Dong Quai
Angelica sinensis

Dang Gui and Tang Kuei

Traditional Use

Also known as “female ginseng” in the Orient, Dong Quai is often referred to as the “Empress of Herbs”. As such, it has been used for centuries in traditional medicine to treat a wide range of female complaints including; amenorrhoea (absent periods), cramps and dysmenorrhoea (painful periods), menopausal symptoms, infertility, osteoporosis and anaemia.


China, Korea, Japan

Parts used

Whole root


Courmarin, Ligustilide, Ferulic acid, Z-ligustilide, Butylidenephthalide and various polysaccharides


Dong Quai contains coumarin, one of the main ingredients in blood-thinning medications like Warfarin. If you are taking Warfarin or another blood thinner, taking dong quai may increase your risk of bleeding.
For those who are pregnant or plan on becoming pregnant, taking Dong Quai is not advisable and may increase the risk of miscarriage. It should also not be taken by those who are breastfeeding, taking oral birth control pills or using hormone replacement therapy.
Side effects of Dong Quai are rare, but may include difficulty breathing, bloating, loss of appetite, nausea, vomiting or weakness. If you experience these or any other symptoms, you should discontinue use immediately and contact you Health Care Practitioner.


Female Sexual Health
This potent women’s herb has the ability to regulate oestrogen levels – whether they’re too high or too low – strengthening the uterus, improving uterine tone and regulating the menstrual cycle.
Dong Quai is also a blood tonic in Traditional Chinese Medicine (TCM), and has been shown to improve red blood cell counts which is helpful after menstruation has ended as the blood is replenished more rapidly. It increases blood flow to the reproductive system, reducing congestion and pain; it is traditionally used for situations of stagnation such as PCOS, endometriosis, ovarian cysts and uterine fibroids.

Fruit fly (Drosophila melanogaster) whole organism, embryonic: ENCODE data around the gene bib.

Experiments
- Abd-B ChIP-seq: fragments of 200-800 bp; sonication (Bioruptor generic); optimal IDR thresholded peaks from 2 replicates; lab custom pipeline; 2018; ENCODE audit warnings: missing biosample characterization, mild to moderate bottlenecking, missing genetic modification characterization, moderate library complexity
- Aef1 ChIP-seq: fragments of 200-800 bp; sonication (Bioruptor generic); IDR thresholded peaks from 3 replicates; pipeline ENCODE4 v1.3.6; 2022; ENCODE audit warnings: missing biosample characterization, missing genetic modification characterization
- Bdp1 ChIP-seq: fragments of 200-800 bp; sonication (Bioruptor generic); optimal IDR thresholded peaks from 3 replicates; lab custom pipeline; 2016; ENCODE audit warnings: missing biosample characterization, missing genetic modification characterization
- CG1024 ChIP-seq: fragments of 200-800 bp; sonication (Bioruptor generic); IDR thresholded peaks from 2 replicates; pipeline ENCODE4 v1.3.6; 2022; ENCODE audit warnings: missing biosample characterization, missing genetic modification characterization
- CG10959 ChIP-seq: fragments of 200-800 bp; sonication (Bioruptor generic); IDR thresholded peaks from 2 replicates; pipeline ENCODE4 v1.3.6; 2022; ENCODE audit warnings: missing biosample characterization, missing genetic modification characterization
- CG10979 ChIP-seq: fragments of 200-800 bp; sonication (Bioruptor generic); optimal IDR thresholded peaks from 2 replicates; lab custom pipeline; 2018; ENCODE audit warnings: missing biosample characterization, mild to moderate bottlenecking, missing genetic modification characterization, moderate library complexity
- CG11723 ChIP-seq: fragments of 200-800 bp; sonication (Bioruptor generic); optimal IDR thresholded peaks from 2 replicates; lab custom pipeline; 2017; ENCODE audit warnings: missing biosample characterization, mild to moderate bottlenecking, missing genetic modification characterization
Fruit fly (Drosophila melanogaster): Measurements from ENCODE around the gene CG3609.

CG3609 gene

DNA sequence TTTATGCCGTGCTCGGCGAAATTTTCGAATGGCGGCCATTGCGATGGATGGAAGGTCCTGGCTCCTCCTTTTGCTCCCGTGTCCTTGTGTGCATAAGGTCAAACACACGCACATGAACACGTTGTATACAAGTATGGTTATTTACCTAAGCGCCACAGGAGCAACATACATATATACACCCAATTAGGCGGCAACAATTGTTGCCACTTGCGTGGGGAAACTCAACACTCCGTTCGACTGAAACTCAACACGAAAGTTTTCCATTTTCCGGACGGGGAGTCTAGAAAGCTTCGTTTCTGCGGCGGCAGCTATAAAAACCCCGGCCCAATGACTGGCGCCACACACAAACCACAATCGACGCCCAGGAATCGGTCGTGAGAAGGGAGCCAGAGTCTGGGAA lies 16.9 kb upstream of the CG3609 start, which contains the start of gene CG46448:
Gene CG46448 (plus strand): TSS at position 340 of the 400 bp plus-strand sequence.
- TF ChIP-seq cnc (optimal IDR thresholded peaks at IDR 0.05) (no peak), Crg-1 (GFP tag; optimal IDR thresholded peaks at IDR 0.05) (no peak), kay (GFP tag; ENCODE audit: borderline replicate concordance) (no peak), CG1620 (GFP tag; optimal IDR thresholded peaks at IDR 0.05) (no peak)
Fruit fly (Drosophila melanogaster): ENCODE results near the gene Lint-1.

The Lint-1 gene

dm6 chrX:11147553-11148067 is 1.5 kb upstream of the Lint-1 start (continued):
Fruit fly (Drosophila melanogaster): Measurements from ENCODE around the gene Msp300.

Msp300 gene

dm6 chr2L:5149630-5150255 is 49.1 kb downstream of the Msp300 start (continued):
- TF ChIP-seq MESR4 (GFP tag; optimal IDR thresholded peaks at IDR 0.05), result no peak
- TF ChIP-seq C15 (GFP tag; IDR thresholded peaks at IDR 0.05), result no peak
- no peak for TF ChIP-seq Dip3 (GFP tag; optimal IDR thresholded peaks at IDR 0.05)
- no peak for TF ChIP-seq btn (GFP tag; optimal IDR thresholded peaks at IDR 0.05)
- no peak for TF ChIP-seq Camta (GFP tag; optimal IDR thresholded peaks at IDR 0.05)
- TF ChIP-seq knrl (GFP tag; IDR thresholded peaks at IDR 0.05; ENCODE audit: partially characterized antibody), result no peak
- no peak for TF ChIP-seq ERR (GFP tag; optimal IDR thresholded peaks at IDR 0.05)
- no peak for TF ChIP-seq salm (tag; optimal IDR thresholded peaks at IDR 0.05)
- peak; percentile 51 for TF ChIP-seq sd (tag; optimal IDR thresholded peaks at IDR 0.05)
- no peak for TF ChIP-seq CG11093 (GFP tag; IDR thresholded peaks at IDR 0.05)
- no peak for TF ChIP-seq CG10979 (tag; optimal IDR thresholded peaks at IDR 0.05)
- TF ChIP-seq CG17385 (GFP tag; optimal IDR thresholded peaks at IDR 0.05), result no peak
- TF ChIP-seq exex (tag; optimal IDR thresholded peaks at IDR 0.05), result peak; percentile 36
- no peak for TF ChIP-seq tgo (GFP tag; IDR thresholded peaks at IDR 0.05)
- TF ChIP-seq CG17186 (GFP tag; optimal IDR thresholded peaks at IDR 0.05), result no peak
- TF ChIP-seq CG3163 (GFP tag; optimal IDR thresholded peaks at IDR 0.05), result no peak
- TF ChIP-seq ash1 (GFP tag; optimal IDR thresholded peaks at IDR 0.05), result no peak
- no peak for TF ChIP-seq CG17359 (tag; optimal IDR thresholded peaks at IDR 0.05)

Dong Quai is usually prescribed in conjunction with other herbs in TCM to treat symptoms of the menopause. A recent randomised, placebo controlled study examining the effects of Dong Quai combined with Chamomile, found a significant difference in the relief of hot flashes, insomnia and fatigue between the treatment and placebo groups. The researchers concluded that treatment of menopausal symptoms was effective and without any side effects.
Heart Health
The way Dong Quai can contribute to heart health is twofold. Firstly it contains active compounds that increase the cardiac rest period between heartbeats and relax blood pressure inside the arteries which in turn helps to increase blood flow. Research indicates that Dong Quai reduces the formation of plaque in the blood vessel walls, potentially working as a preventive agent against atherosclerosis, myocardial infarction (heart attack) and hypertension.
Secondly, Dong Quai has been found to reduce dangerous cholesterol levels and triglycerides. Decreasing cholesterol levels is an effective way to reduce the risk of heart disease and support better heart health.
Bone Health
Especially affecting menopausal and post-menopausal women, osteoporosis can be due in part to the stark drop in oestrogen levels that accompanies the menopause. Research suggests that Dong Quai helps to strengthen bones by stimulating bone cells to form bones. In an in vitro study published in 2002, Dong Quai was found to exert a bone reformation effect on human bone cells. Using Dong Quai extract on osteoblast precursor cells (an essential component involved in bone formation), the herb stimulated bone remodelling by enhancing protein secretion and collagen synthesis of bone tissue.
Digestive Health
This versatile herb has also been found to have a gastroprotective effect, protecting the layer of mucous that covers the digestive tract from an overproduction of stomach acid. When this layer is diminished by excess stomach acid it can lead to chronic inflammation of the gastrointestinal tract. If left untreated, small tears in the stomach and small intestine will develop. These are more commonly known as peptic ulcers.
Dong Quai is a potent anti-inflammatory which can prevent these lesions from forming in the first place. Studies show that it can also prevent damage to the mucous layer in the digestive tract for up to 12 hours after ingestion.


In traditional Chinese medicine, only Ginseng is more esteemed. It is said that in Chinese, Dong Quai means, “The husband returns back to his wife”, hinting at its beneficial effect on sexual health.

 As a medicinal herb, Dong Quai is known in many traditional healing systems, including Native American, Chinese, Ayurveda and Kampo medicine. It is traditionally used to treat high blood pressure, anemia, high blood sugar, poor circulation and heart disease. 

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